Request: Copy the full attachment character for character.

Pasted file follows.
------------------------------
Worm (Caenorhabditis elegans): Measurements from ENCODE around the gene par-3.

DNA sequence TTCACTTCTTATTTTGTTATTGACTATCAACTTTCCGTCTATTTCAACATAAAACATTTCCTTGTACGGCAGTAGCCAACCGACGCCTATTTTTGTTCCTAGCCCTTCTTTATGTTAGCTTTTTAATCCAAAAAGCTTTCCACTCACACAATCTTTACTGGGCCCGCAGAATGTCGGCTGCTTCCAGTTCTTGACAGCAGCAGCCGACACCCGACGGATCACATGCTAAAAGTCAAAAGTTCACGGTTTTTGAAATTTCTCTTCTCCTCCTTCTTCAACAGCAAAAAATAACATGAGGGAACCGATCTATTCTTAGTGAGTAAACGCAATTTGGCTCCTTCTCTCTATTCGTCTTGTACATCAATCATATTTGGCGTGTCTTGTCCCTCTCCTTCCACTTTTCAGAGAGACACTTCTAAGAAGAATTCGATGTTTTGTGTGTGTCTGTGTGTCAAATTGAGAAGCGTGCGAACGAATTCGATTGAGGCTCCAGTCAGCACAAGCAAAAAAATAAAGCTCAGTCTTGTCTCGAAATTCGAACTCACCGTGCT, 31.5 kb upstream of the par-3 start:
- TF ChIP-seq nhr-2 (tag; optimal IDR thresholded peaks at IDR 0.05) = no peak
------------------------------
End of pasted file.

Worm (Caenorhabditis elegans): Measurements from ENCODE around the gene par-3.

DNA sequence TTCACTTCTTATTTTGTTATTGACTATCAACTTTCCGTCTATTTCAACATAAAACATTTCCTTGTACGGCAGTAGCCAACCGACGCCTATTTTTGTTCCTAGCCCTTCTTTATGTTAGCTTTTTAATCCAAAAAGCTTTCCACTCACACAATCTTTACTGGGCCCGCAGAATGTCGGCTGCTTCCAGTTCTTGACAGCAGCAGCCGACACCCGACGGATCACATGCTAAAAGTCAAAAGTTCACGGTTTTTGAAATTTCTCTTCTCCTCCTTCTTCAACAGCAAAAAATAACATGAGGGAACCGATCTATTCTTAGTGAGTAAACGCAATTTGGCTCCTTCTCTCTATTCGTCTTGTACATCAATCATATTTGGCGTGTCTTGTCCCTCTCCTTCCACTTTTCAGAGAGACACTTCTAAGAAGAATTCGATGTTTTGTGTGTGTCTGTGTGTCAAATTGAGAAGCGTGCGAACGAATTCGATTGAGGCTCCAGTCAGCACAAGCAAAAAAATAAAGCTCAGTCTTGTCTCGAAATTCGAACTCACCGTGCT, 31.5 kb upstream of the par-3 start:
- TF ChIP-seq nhr-2 (tag; optimal IDR thresholded peaks at IDR 0.05) = no peak